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Everything posted by Harlequin

  1. Are you sure the your problem is caused by the wheel tread? The most commonly documented problem with the unifrogs is when a wheel flange touches the rail behind it near the insulating gaps. There’s a simple fix for that problem that it might be worth trying before modifying the turnout or the loco (assuming the back-to-backs are within acceptable tolerance): paint nail varnish on the inside of the rails near the insulating gaps, not the rail surface, to prevent the wheel flanges making electrical contact.
  2. Good point, thanks. I just checked my model and one of the two outputs controlling the firebox (from the same Function key) was set to random flicker. Changed it to simple on/off. No discernible difference. It would be great if there were a simple config tweak to make the firebox brighter but I fear that the only way to overcome the fundamental design problem is to modify the loco.
  3. I guess it might have been DC control in the review? I'm just reporting what I observe on my model under DCC control.
  4. Under DCC control the flicker doesn't vary with loco speed, of course.
  5. Obviously there's far more to making your own turnouts than simply filing and soldering. There are all sorts of technicalities that Wayne's kits will (should) deal with, removing the burden from the buyer. For instance, I refer you back to the deeply technical discussions above about exactly what sort of chairs to use in what positions and how to angle them.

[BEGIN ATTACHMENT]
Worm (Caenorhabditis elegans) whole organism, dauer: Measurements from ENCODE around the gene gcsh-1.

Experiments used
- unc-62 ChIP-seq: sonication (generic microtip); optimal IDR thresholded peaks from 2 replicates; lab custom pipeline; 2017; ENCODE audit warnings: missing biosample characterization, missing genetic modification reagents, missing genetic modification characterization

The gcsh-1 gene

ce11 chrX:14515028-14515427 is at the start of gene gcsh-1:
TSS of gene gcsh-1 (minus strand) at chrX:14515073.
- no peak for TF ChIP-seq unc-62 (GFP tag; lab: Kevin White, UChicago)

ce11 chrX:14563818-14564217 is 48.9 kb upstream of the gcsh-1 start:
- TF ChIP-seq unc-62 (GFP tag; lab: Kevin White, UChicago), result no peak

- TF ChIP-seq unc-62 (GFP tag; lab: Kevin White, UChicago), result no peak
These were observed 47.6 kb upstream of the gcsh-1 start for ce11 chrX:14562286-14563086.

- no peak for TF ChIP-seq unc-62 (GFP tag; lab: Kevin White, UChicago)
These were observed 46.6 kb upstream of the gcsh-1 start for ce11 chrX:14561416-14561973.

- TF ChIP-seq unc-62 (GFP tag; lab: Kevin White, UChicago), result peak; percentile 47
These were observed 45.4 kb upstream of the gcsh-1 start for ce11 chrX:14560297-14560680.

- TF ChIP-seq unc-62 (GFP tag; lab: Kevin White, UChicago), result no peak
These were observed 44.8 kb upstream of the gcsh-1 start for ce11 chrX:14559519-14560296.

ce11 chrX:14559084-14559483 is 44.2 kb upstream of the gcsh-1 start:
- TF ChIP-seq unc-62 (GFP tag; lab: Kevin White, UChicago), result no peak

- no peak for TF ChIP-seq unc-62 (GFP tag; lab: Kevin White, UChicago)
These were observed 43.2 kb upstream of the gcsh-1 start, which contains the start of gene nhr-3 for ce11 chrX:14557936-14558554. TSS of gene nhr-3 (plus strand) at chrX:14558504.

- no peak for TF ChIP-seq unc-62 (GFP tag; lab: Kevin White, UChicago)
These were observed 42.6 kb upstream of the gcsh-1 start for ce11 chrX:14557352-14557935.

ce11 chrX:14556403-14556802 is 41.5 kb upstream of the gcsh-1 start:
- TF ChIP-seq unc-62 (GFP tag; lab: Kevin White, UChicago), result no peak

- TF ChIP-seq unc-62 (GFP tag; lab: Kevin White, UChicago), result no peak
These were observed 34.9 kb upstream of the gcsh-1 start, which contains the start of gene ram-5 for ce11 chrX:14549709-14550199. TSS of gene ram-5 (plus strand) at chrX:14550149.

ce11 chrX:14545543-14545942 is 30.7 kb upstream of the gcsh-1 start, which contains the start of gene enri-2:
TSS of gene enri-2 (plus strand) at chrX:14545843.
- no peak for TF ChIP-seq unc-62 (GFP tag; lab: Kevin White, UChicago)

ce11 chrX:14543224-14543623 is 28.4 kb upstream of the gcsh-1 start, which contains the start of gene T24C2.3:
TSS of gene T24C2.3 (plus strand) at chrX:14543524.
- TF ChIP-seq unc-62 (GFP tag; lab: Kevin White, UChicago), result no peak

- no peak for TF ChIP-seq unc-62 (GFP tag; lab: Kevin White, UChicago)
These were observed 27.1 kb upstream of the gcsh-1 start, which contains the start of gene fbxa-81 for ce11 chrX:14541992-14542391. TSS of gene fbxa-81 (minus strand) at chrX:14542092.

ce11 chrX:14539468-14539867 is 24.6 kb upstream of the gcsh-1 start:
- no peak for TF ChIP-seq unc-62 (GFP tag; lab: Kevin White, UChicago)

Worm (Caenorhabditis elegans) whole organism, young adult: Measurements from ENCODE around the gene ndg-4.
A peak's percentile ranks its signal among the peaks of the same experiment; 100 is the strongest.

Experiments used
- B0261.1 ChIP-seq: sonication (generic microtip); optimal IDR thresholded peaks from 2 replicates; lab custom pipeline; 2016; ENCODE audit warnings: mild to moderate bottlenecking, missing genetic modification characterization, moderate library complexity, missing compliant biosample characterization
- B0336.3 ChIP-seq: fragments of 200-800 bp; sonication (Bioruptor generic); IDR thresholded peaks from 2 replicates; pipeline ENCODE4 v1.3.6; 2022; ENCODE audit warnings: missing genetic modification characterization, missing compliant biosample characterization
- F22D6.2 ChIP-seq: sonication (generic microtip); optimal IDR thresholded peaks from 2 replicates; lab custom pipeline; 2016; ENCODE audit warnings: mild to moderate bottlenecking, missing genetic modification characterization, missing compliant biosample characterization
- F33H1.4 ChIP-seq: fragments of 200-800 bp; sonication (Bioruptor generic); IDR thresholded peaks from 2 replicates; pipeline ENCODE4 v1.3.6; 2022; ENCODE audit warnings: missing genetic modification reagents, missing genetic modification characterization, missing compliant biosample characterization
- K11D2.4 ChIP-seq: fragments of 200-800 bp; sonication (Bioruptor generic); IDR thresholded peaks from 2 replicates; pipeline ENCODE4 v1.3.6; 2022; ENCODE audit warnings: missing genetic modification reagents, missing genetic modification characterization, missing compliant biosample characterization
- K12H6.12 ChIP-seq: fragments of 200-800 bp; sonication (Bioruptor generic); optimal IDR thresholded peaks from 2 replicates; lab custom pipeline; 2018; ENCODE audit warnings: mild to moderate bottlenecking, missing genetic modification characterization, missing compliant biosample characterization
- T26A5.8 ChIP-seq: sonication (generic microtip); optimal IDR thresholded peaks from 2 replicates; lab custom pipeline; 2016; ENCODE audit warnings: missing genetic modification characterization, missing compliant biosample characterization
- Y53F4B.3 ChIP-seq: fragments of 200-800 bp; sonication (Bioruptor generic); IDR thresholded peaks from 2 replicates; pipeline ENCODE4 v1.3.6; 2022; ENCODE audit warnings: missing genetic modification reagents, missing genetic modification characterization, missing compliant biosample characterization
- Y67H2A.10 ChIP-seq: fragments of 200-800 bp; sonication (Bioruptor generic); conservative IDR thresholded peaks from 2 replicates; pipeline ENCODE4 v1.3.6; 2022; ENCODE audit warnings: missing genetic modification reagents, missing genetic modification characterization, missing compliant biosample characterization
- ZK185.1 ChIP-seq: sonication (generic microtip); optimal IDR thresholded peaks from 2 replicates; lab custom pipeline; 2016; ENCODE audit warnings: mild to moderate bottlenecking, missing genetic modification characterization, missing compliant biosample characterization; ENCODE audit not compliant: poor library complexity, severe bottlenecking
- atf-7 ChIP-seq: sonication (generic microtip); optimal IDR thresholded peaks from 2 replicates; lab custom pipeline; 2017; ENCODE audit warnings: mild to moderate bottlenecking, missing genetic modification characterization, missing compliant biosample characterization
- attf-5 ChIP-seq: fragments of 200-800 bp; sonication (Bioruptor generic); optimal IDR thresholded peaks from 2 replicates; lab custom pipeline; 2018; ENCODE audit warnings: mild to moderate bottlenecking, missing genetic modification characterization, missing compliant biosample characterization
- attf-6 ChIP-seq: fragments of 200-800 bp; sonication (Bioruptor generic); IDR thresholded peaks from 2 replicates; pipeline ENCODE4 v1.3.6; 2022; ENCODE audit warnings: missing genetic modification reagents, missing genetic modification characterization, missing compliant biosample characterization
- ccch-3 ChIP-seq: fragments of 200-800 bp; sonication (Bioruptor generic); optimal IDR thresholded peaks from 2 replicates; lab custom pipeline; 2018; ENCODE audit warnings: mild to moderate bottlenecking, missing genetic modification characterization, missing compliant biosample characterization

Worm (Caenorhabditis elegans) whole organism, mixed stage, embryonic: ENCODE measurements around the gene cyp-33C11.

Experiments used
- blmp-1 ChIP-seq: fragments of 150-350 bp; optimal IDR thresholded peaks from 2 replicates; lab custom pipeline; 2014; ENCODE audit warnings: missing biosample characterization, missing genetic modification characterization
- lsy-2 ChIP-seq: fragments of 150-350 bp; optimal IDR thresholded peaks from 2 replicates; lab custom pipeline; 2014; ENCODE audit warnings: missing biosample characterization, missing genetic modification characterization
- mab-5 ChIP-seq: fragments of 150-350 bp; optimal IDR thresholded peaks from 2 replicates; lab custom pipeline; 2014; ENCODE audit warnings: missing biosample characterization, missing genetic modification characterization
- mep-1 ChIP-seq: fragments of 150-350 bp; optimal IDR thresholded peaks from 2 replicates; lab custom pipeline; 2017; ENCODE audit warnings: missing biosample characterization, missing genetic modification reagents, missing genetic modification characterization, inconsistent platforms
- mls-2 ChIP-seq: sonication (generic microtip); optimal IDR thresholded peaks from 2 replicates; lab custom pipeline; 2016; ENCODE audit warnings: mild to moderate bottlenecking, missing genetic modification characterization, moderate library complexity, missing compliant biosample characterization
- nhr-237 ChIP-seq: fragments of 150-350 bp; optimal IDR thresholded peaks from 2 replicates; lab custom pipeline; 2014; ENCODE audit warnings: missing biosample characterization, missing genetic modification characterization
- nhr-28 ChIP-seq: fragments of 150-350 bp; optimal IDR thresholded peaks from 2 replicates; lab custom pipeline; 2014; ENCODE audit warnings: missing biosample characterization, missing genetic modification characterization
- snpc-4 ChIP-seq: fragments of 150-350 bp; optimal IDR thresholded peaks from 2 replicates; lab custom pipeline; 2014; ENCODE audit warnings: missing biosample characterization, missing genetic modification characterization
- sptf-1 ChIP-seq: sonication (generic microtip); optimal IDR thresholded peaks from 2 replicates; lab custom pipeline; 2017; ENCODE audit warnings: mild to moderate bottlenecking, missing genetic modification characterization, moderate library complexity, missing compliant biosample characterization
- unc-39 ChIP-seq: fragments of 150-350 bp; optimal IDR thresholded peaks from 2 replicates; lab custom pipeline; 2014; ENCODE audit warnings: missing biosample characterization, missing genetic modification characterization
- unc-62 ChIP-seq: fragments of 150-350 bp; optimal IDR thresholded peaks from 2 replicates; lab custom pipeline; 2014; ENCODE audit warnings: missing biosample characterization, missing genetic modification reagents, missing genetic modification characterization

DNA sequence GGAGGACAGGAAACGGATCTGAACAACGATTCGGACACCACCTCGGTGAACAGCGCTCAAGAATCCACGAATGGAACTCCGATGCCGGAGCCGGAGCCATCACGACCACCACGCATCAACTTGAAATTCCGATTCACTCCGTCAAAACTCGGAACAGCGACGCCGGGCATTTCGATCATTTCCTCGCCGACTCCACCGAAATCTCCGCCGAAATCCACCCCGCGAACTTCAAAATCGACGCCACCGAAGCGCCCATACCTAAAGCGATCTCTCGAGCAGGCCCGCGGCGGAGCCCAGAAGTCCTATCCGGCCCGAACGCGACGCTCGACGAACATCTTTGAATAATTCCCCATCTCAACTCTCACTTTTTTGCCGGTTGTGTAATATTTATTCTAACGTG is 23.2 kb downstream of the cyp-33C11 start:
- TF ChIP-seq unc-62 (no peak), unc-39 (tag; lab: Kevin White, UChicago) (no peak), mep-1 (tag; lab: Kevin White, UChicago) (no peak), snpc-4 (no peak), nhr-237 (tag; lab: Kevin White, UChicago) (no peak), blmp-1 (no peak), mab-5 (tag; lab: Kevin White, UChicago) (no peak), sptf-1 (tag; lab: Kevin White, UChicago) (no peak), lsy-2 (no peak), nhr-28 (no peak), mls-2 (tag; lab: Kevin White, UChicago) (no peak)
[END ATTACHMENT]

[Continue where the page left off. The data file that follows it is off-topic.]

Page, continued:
6. I just tried adjusting CV60 to a range of values from 40 to 255 (MX659). Makes no difference. I think the decoder outputs are just turning the Dapol firebox "flicker" circuit on and off. (The "flicker" being a regular cycle between orange and yellow LEDs...) The brightness problem is not electronic - it's more that the physical design doesn't work very well. And note that the recent update on the Dapol Manor describes "improved firebox flicker".
  7. I think the second bogey is simply so that you can modify one and leave the other in original state, with an NEM pocket. It looks like I cut the NEM pocket flush with the cross beam on mine and the glued on a rectangle of black plastic to hide the hole.
  8. You might think so at first but is that too obvious? It might be a fiendish red-herring carefully constructed to throw you off the scent! Why can’t Arthur Coalman ever look you in the eye and give a straight answer? And is Major Shotgun really the muddled old buffer he appears to be?
  9. These three men appear to be simple country folk, going about their normal business, but one of them is a murderer. Can you deduce which one from the clues provided?
  10. Hi Richard, You must draw your plan to scale using turnout templates to find out whether it will realistically fit in the space. A giant piece of paper is one way of doing it but it’s so much easier in software like Anyrail. You don’t need a full-size room to lay it out and “Rubbing out” can be done many times over and selectively without destroying the whole design or wearing through the paper... I’m afraid your sketch looks very optimistic. The gradient from the crossing @+80 down to storage @+40 (or even @+70 to @+35) will be very steep, for instance. And the curves
  11. Hi Stuart, Sketchup is beautiful for 3D work. If you are still interested in 2D design, you might consider one of the versions of Xara Designer. It’s a fully featured drawing program that can mix vectors with photos and textures. In the same vein as Corel Draw, Inkscape, Affinity Designer and Illustrator. It’s British made with UK support. It is designed to be intuitive, like Sketchup. Easier to use than Inkscape and cheaper than Illustrator or CorelDraw. (And it does have layers.) Full disclosure: I’ve worked on the team writing it for the past 20+ years. (It’s a
  12. Lo and behold, who do we find visiting Lynton and Barnstaple tonight? None other than the éminence grise of railway documentaries, Mr Portillo.
  13. Chris, Have a look at this new idea that's in the pipeline: These are straight turnouts as designed but they can be made to curve.